Sounds like your CEO definitely sees that he has one of the "right people on the bus" with you.

Now I want to read "Good to Great."

Any other books that stood out to you from your reading list?

Thank you for sharing your insights! You're an excellent, articulate writer.

(Side note: it would also be really cool to hear from your CEO. Sounds like he has had a pretty cool journey. He probably has a lot of lessons to share. Has he done any podcasts or interviews?)
I appreciate it @Bekit and the time you’ve taken to read and appreciate my responses!

Reading those 6 life-changing books within 6 months was quite a game changer! Initially, I committed to reading on my lunch break and 2 hours each night after my son went to bed. Then I discovered the hidden treasure of audiobooks. Lol. I worked out a deal with my son who sold me his portable Bluetooth speaker he received for his birthday for two Hershey bars and a pack of Wildberry skittles. I was then able to listen to audiobooks while cooking, washing dishes, doing laundry, etc. I was then able to listen on my way to work and on the way home as well. So, I was reading around 2 books a week. I would read each book first for content and then a 2nd time for full comprehension, oftentimes rereading a section up to 4 times until I fully understood the concept.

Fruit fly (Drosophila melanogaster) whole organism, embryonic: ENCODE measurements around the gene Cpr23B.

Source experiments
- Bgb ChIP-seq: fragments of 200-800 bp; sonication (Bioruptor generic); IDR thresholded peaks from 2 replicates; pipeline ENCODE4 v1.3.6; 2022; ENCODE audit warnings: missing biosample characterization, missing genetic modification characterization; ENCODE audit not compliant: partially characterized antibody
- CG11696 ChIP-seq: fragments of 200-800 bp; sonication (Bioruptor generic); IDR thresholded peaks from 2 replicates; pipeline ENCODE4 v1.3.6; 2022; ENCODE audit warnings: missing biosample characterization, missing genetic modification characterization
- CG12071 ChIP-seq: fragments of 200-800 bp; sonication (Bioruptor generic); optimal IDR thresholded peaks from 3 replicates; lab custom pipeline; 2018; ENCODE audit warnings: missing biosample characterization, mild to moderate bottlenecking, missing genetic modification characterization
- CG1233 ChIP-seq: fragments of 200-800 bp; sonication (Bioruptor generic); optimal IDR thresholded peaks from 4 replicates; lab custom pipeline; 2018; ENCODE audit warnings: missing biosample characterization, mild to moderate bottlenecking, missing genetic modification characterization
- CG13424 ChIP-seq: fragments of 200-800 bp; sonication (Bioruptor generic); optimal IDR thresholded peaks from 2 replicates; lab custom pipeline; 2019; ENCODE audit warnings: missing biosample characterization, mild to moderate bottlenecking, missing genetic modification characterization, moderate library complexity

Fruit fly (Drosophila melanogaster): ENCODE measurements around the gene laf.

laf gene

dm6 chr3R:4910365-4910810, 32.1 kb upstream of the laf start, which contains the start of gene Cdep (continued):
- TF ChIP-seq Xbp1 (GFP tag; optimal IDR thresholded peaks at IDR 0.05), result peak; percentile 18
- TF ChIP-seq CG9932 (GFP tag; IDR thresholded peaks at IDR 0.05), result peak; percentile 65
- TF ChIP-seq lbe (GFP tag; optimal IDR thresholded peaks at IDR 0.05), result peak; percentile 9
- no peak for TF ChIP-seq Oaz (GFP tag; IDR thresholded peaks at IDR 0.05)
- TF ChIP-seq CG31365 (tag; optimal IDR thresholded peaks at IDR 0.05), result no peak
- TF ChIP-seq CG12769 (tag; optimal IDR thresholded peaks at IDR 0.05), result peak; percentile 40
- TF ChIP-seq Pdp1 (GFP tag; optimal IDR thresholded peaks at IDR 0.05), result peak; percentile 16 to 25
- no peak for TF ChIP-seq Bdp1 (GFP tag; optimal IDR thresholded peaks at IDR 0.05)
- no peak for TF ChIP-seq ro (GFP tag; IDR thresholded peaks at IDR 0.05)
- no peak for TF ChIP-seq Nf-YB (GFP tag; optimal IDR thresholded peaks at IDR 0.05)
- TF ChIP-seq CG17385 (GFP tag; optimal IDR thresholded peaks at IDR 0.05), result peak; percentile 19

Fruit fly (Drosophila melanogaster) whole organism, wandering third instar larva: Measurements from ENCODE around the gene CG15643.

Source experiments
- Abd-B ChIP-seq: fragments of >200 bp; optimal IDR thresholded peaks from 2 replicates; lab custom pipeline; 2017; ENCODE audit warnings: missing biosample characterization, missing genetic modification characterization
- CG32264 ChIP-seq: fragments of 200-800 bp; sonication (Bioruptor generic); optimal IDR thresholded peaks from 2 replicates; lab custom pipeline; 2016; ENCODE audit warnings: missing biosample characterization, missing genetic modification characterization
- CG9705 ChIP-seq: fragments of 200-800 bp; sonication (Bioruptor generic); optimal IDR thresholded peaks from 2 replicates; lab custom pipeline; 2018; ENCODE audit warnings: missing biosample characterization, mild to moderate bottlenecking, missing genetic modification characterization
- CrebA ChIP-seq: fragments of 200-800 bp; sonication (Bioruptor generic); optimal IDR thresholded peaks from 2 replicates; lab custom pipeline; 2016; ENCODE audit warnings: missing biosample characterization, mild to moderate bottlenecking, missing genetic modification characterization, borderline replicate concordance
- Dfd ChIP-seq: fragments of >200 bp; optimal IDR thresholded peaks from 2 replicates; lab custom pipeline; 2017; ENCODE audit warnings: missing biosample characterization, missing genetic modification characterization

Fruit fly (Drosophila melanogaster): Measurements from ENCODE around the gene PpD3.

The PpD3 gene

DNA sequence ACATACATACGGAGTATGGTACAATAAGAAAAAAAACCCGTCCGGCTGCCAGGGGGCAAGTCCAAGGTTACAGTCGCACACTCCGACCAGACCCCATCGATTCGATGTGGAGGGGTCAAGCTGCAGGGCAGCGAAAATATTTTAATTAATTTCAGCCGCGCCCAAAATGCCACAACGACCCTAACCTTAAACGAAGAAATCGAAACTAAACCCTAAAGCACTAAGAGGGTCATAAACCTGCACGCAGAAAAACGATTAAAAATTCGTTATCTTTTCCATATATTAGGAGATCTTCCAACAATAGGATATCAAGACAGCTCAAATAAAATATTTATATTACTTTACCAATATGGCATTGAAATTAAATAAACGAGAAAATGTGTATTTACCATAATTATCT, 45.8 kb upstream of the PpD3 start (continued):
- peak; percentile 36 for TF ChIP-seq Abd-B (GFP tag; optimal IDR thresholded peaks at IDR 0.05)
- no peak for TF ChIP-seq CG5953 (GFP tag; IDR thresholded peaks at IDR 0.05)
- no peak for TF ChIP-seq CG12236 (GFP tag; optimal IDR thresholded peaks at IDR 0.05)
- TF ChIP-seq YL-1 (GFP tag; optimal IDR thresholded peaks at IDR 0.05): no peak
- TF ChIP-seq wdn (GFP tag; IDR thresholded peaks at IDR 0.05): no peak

Overcoming the situation with my son’s father was certainly a difficult, low period of my life. However, I am so grateful for my son to be in my life. I can’t find the words to fully express my love for him.